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LOTTERY WINNER

Md. Accountant Must Crunch Numbers No More

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By Virgil Dickson
Washington Post Staff Writer
Monday, September 3, 2007

A Dundalk, Md., accountant and Wicca teacher is now a multimillionaire.

Ellwood "Bunky" Bartlett, 40, will meet tomorrow with Maryland lottery officials to claim his share of the $330 million Mega Millions jackpot. The names of the other three winners, including one from Buckingham, Va., have not been announced.

"I kind of screamed, and I teared up a little bit," Bartlett said.

The odds of purchasing a winning ticket were one in 176 million.

The ticket, one of two Bartlett purchased for $5 each at Walther Liquors in Parkville, Md., northeast of Baltimore, is being kept at an undisclosed location, he said.

Bartlett teaches Wicca and Reiki healing part time at Mystickal Voyage, a New Age gift shop in White Marsh, Md., and makes his living advising small businesses.

After hearing on CNN that one of the winners had purchased a ticket at the Parkville liquor store, Bartlett and his wife checked their numbers. He then went to a Ford dealership in Columbia and purchased a new Explorer with the promise he would return to pay for it later with his lottery winnings.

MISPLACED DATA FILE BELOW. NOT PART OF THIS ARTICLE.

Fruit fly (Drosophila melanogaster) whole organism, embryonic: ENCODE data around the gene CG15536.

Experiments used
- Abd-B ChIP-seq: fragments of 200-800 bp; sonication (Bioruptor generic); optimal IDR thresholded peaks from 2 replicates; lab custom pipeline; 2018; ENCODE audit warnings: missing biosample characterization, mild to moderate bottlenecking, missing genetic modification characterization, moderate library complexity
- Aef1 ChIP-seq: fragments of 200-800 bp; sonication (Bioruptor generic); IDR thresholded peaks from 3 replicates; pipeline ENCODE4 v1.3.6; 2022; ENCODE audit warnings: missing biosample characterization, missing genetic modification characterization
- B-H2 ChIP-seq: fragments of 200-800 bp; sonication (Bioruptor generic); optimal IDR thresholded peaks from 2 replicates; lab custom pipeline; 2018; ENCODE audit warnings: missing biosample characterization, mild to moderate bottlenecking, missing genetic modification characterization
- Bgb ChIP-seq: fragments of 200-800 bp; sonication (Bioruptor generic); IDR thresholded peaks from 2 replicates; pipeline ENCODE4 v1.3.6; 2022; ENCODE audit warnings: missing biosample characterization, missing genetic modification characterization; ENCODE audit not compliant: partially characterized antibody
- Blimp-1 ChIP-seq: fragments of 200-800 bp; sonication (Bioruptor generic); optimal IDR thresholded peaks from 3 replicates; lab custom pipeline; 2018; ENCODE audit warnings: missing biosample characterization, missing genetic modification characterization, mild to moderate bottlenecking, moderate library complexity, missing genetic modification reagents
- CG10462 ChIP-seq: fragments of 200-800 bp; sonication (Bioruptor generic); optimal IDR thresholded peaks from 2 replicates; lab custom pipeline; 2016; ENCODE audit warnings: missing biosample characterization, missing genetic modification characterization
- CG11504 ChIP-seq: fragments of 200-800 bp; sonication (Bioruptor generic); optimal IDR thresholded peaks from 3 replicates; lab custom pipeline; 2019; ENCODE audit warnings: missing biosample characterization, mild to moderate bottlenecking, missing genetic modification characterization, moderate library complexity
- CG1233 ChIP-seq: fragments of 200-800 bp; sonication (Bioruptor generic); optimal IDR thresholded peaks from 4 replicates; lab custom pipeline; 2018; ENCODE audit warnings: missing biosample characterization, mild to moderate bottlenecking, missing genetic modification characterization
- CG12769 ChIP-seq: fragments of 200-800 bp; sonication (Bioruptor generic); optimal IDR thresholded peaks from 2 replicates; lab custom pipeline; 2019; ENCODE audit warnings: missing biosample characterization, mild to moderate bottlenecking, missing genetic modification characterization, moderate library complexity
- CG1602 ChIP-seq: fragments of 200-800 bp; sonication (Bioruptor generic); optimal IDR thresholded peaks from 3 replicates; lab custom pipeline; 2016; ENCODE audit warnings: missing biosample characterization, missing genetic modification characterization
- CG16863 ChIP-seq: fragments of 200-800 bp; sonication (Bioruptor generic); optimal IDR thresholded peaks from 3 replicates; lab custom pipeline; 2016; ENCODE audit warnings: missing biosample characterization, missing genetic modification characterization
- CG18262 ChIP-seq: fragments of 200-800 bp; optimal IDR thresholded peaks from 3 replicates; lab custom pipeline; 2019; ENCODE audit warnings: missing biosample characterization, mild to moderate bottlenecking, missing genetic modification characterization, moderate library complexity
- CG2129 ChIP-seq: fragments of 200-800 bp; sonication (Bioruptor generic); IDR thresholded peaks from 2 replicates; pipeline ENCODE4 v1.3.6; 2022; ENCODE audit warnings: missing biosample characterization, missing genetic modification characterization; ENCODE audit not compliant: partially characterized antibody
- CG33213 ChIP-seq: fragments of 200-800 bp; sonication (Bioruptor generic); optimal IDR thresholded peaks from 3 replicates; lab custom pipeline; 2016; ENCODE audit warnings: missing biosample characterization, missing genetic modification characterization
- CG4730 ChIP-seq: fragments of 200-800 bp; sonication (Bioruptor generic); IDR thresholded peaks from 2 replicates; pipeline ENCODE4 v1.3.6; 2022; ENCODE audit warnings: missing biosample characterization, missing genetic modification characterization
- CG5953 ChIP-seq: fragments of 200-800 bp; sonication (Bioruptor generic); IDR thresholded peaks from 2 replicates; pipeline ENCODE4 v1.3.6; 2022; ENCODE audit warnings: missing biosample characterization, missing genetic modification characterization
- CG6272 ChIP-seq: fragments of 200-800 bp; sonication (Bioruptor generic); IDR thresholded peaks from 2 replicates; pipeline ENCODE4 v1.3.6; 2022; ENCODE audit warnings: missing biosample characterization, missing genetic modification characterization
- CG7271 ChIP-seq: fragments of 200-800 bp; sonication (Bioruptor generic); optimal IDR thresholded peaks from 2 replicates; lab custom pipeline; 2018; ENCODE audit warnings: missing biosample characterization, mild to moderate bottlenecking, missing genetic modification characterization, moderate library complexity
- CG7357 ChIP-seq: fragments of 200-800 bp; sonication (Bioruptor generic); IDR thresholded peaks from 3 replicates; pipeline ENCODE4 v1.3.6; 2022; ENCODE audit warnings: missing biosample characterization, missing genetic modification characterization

Bartlett was thinking of his 18-year-old daughter, he said. After getting the new car, he gave her the 2007 Ford Escape that he had purchased in February, an upgrade from her 1991 Honda Civic.

He said he hadn't decided whether he would accept his winnings as an annuity or choose the lump-sum cash option. A lump-sum payment would be at least $48.7 million, or about $32 million after taxes. Alternately, he could receive $3.7 million a year until 2032.

Bartlett practices Wicca, a religion whose followers worship nature. He said favor with pagan gods resulted in his win.

"I look at it this way. If the gods are going to intervene, it would be easier to manipulate a machine versus me trying to interpret what they are telling me," he said, explaining why he opted for machine-selected numbers.

Although no one has called claiming to be a long-lost relative, Bartlett has a message for anyone who's thinking about it: "I'm not giving anybody any money besides my parents and my wife's parents."

Bartlett said he plans to invest in Mystickal Voyage as well as a crab and fish marketplace his sister wants to launch. In addition, he plans to relocate his family. "I want something bigger but not too big," Bartlett said. "I am going to make sure I invest and it takes care of me and my children for however long we live."


© 2007 The Washington Post Company

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